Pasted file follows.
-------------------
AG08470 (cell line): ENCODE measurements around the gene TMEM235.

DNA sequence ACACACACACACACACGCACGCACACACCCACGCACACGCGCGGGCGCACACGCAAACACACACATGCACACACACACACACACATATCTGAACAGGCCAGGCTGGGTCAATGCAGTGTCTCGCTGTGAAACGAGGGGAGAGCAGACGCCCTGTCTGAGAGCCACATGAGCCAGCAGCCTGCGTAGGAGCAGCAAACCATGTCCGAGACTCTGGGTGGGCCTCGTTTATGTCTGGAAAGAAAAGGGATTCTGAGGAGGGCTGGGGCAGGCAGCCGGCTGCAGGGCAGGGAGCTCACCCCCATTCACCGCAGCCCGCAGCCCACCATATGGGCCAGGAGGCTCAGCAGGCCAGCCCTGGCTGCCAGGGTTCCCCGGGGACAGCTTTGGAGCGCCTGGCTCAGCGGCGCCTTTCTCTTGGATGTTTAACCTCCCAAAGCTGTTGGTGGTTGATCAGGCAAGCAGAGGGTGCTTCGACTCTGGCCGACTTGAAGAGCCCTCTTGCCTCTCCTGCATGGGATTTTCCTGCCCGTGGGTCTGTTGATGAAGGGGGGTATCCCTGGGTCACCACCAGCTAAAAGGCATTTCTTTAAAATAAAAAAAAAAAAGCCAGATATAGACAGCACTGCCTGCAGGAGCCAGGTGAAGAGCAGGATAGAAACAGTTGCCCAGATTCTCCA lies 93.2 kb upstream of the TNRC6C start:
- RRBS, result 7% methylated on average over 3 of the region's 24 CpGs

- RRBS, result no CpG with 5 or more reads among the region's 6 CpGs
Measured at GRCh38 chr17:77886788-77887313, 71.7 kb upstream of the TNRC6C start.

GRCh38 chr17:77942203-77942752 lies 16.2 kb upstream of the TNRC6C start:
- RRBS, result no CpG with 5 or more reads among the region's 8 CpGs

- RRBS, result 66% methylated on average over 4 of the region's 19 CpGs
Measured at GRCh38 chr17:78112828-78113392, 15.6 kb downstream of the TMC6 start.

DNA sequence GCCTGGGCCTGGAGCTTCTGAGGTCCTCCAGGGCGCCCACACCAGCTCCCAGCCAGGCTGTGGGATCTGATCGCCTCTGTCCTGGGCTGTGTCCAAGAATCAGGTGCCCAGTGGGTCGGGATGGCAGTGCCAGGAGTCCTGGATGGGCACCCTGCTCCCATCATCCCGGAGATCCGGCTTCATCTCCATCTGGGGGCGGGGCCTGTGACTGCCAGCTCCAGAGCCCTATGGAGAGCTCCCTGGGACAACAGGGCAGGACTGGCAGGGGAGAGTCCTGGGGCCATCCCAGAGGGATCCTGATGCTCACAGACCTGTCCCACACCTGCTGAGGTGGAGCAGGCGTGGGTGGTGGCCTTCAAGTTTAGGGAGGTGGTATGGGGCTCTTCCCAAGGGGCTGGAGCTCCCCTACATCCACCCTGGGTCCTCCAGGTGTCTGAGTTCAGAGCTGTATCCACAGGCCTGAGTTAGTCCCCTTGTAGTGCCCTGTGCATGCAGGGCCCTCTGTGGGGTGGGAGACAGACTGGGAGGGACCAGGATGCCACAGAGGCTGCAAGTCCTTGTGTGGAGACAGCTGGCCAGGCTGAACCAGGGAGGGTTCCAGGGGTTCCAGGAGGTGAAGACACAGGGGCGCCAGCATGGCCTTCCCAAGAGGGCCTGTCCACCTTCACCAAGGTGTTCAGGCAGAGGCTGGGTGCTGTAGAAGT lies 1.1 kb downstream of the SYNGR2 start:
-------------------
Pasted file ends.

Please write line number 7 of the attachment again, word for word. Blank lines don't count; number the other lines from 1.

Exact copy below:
- RRBS, result no CpG with 5 or more reads among the region's 8 CpGs